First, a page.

LOWER EAST SIDE — “Mosaic Man” Jim Power has lived in his tiny studio apartment for the past five years, but it didn’t feel like home until Friday, when volunteers from Home Depot stopped by to upgrade his unit as part of a corporate program to help veterans.
“This has given me a personal peace of mind,” said Power, a Vietnam War veteran who is best known for the dozens of colorful tile mosaics he has installed on light poles in the East Village.
“I’m finally finding a real comfort in [thinking], ‘Maybe I should sit down for a minute and contemplate’ and that’s a real sign of being transformed.”
Led by Shane Duffy — the co-owner of SD Squared, a home renovation and design firm — a small team of employees from Home Depot’s Midtown location scrubbed down the 8-by-8-foot apartment, painted the walls, installed grab bars in the bathroom and completed other small renovations.
The project was part of the company’s Celebration of Service program, which repairs and restores the homes of military veterans nationwide between Sept. 11 and Veteran’s Day.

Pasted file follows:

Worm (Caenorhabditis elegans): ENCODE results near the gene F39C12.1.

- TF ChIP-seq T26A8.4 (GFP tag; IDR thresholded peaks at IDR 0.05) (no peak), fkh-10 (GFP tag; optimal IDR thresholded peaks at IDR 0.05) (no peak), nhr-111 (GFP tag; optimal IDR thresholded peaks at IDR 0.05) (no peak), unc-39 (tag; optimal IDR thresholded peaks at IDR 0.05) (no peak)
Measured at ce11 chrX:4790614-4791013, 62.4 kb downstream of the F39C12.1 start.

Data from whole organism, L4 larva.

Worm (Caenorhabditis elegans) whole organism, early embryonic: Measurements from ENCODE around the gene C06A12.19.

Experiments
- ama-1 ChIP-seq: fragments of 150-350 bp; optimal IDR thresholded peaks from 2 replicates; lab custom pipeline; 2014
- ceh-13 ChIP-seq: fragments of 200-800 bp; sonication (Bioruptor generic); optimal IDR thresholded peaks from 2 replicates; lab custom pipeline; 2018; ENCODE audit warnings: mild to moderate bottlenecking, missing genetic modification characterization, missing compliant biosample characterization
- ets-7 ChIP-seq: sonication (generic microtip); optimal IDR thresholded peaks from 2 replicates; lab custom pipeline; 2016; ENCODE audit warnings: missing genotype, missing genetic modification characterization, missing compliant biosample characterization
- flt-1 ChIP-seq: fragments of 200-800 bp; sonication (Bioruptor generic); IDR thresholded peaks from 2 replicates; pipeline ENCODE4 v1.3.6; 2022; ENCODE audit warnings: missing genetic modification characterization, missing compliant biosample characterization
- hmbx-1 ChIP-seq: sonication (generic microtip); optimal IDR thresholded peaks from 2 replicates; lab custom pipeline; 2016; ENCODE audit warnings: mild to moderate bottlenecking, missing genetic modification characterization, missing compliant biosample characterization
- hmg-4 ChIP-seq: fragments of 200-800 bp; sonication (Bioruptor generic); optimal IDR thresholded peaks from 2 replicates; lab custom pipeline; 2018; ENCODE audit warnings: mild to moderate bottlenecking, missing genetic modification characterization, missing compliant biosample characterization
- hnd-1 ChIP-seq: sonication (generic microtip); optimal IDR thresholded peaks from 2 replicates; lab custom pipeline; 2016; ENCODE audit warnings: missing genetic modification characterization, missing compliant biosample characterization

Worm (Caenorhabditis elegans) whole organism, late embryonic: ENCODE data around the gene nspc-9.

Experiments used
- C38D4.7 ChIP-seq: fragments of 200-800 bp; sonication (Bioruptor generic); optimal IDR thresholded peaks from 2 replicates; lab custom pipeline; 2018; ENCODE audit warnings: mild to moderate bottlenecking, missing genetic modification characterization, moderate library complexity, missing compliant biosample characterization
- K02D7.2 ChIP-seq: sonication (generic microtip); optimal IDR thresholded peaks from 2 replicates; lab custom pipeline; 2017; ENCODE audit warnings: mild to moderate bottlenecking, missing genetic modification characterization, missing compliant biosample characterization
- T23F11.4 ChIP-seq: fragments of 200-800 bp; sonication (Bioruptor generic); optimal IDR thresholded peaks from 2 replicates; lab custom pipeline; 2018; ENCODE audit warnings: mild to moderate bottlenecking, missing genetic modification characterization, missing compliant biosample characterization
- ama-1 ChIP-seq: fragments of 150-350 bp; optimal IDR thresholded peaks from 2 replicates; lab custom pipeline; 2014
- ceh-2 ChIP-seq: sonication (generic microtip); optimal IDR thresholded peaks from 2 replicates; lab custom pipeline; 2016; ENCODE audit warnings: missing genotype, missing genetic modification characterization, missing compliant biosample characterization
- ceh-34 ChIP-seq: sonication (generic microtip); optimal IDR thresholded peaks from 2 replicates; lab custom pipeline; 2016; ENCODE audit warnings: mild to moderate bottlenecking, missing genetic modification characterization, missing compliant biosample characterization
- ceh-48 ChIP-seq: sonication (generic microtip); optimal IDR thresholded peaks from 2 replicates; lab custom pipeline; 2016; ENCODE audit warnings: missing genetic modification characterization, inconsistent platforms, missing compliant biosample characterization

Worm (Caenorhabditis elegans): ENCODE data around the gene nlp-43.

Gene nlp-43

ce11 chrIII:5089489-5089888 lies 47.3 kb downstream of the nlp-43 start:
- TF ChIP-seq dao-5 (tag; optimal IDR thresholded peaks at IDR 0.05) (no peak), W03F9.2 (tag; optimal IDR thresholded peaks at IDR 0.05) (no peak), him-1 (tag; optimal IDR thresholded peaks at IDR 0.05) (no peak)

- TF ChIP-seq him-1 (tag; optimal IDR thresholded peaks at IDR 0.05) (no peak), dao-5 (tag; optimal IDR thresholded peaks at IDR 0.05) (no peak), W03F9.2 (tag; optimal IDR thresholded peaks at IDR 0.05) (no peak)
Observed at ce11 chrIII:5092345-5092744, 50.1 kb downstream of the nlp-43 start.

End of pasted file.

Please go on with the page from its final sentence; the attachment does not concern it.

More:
“We look at its as a give-back for all their hard years of service and what they did for America,” said Indarjit Roopchand, the department supervisor of the electrical and plumbing department at Home Depot’s Midtown store.
The company decided to fix up Power’s apartment in The Lee, a supportive housing development on Pitt Street, after East Village resident Julie Powell, who worked in the décor department, asked her manager if they could donate broken tiles to the 68-year-old artist, who is still decorating light poles even though he has difficulty moving and uses a scooter to get around.
"I thought wouldn’t this be a lovely thing to honor a veteran and give some materials but then that’s when [my manager]…said ‘We can come in and transform his home,’” she said.
In addition to the renovations, the Home Depot put in a workbench while Duffy — an army veteran who served in Afghanistan — custom-built a dresser and closet storage system for Power.
Power said he was grateful for the volunteers’ work.
“This has gone beyond helping,” he said.